Emeralds at Sotheby’s Spring Auctions: A May Birthstone Report

Emerald Parure
Van Cleef & Arpels Emerald Demi-Parure. Photo Courtesy of Sotheby’s.

Whoever nominated emerald to be the May birthstone knew exactly what they were doing. Emerald’s vibrant green color personifies renewal and regrowth, serving as a symbol of nature’s bounty in spring. This spring, more than 15 dazzling emerald jewels are among the top lots at Sotheby’s Magnificent and Fine Jewels sales in Geneva, London and New York. In fact, the premier auction house reports that emeralds at Sotheby’s are more popular today than they have been in years.

Jewelry historian Vivienne Becker explains in Sotheby’s May 2 online magazine: “The emerald is, after all, the perfect answer to a collector’s quest for individuality. It is an arch-individualist of a gemstone: Each one is endowed with its own imposing aristocratic personality, each is made dramatically different by its internal structure. It is really no wonder that the age-old lust for the stone’s hypnotic beauty has been rekindled.”

Emerald and Diamond Brooches, Circa 1960, by Suzanne Belperron
Emerald and Diamond Brooches, Circa 1960, by Suzanne Belperron. Photo Courtesy of Sotheby’s.
Platinum, Emerald and Diamond Ring, France
Platinum, Emerald and Diamond Ring, France.
Photo Courtesy of Sotheby’s.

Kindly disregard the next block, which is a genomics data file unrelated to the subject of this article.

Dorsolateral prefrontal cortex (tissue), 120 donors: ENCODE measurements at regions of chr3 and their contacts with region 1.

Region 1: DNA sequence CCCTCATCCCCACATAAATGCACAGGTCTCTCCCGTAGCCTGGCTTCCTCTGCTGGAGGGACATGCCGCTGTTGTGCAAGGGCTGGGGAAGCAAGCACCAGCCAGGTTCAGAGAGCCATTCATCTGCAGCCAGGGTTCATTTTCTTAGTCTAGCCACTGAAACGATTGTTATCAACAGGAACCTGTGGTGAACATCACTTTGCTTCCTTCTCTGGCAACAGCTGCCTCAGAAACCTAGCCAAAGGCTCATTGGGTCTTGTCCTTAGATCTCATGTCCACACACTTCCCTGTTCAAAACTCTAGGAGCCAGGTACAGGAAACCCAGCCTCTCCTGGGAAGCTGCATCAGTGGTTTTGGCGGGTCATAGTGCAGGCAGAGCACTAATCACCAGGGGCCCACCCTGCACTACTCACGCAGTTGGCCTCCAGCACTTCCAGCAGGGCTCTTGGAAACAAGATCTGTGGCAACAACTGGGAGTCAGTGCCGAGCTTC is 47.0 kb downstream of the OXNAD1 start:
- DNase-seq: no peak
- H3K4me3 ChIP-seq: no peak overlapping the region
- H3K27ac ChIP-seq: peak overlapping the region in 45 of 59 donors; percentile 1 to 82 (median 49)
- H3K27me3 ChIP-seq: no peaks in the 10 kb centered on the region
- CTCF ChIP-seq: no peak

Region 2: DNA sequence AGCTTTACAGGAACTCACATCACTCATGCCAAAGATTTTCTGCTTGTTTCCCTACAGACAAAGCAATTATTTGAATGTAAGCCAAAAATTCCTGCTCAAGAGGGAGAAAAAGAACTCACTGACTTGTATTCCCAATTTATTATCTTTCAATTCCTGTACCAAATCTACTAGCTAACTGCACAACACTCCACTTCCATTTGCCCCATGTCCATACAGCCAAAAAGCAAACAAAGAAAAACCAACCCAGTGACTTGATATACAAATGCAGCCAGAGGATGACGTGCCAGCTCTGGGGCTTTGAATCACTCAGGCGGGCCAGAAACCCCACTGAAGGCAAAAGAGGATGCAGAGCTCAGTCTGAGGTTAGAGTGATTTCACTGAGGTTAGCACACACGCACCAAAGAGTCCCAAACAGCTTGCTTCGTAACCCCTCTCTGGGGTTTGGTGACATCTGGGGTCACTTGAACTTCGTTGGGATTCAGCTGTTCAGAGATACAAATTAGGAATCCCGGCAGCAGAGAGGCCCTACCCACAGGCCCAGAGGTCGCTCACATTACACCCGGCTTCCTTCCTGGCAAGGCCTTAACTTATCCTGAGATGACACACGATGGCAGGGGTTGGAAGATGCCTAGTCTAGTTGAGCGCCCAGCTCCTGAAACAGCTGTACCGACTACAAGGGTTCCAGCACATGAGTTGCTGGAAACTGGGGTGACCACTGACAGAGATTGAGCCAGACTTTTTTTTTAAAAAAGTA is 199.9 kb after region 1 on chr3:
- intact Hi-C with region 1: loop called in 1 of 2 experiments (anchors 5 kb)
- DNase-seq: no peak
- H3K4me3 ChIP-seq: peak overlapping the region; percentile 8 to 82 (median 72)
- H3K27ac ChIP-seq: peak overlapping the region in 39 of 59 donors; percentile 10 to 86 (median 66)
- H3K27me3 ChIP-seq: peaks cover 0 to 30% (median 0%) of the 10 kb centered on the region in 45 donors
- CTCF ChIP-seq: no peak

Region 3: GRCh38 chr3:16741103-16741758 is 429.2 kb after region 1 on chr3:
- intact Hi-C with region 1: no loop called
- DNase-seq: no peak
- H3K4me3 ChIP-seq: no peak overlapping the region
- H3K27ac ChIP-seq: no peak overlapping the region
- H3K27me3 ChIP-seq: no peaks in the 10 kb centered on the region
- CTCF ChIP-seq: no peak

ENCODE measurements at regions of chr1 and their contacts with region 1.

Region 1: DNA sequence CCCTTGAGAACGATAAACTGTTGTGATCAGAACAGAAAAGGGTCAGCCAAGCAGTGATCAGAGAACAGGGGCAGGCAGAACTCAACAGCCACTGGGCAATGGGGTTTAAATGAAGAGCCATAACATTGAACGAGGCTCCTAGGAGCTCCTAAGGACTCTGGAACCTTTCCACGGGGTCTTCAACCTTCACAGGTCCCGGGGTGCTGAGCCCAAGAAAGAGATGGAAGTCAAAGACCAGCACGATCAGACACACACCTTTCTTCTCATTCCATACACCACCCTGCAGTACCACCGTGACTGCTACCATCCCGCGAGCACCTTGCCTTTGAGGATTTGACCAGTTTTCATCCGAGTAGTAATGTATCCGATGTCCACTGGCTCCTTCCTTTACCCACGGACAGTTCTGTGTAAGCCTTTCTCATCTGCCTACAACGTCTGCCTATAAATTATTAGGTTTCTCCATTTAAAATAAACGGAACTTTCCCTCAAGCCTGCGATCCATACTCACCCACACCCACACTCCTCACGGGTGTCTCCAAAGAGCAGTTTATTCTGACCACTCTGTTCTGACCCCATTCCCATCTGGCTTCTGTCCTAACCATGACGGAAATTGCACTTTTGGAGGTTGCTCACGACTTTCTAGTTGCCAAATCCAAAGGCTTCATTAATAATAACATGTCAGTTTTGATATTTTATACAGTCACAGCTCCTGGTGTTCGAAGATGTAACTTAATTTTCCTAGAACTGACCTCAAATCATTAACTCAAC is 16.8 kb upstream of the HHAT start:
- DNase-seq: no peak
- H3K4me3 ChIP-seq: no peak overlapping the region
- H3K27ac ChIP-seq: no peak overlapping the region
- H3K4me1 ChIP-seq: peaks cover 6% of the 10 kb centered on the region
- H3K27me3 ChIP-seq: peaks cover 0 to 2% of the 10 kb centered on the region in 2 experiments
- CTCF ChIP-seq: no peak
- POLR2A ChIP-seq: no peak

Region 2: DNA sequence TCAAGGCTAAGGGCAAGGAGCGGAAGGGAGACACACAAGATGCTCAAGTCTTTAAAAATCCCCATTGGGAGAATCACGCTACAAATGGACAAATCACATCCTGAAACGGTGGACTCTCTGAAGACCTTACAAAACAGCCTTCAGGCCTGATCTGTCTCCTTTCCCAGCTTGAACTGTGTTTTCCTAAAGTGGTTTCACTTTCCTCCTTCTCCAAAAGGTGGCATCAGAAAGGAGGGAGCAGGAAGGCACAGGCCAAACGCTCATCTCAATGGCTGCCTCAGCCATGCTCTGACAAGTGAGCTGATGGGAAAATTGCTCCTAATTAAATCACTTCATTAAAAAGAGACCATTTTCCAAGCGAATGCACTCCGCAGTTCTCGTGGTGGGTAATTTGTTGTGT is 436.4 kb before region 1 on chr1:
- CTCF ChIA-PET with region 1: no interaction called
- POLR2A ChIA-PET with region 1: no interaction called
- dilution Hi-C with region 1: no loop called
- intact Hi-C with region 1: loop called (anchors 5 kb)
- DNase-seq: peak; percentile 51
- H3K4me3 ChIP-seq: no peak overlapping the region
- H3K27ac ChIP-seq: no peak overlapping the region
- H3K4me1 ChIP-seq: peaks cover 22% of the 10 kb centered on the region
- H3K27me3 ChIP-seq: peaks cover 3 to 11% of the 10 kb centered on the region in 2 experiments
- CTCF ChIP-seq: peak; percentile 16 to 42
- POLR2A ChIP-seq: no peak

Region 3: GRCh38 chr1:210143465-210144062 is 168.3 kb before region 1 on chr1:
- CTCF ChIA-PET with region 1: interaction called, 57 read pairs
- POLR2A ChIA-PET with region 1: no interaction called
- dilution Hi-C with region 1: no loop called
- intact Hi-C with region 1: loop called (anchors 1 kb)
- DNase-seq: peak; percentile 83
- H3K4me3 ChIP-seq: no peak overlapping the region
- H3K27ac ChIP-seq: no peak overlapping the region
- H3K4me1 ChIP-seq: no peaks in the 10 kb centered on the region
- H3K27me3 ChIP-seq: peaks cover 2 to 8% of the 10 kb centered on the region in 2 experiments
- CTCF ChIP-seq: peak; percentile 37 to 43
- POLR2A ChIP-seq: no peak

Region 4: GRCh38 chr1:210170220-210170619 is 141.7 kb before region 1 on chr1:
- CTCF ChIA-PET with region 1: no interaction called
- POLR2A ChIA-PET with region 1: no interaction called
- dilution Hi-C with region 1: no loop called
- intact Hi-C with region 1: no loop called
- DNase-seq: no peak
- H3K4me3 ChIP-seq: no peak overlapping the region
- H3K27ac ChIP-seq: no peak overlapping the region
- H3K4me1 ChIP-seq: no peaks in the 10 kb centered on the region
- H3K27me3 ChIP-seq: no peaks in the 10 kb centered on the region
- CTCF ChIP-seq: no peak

Emerald Parure
de Grisogono Emerald Parure.
Photo Courtesy of Sotheby’s.
Emerald and Diamond Bracelet
Emerald and Diamond Bracelet. Photo Courtesy of Sotheby’s.

Legendary Emeralds

Unmounted emeralds and emerald jewels are known to have been collected as far back as 300 B.C. It is said that the emerald was Cleopatra’s favorite gemstone (and, let’s face it, she could have any jewel she wanted!).

53-Carat Unmounted Emerald
52.32-Carat Unmounted Emerald. Photo Courtesy of Sotheby’s.
Jacqueline Kennedy Wedding Photo
Jacqueline Kennedy Wedding Photo. Courtesy of I Dream of Jackie, Pinterest.

The list of 20th-Century emerald fans includes legendary tastemakers Wallis Simpson, aka the Duchess of Windsor, and First Lady Jacqueline Kennedy, who both wore Colombian emerald engagement rings.

Socialites Marjorie Merriweather Post and Mrs. Walter Annenberg also collected precious emeralds, some of which they left to the Smithsonian Institution in Washington, D.C.

More Emerald Engagement Rings

Speaking of socialites, Town & Country, the respected chronicler of society weddings, recently declared that emerald and diamond engagement rings — so popular in the 1930s through the 1950s — are making a big comeback among millennial brides-to-be.

These lucky women and their betrothed will have several stunning examples from which to choose when Sotheby’s holds its fine jewelry sales on May 17 in Geneva, June 6 in London, and June 10 in New York City.

You can follow all the emerald auction action in real time at www.sothebys.com.

What Makes an Emerald Green?

According to the expert gemologists at Sotheby’s, emeralds are a bluish-green variety of the mineral beryl. When chromium, vanadium and iron are present in beryl, emeralds are created, and the varying degrees of these three elements result in a range of colors.

Chromium and vanadium lead to intense green, while iron produces a blue tint. If the stone’s hue is too yellow or too blue, it is not an emerald but rather a variety of beryl. Highly transparent and vividly saturated green emeralds are extremely rare…and extraordinarily valuable.

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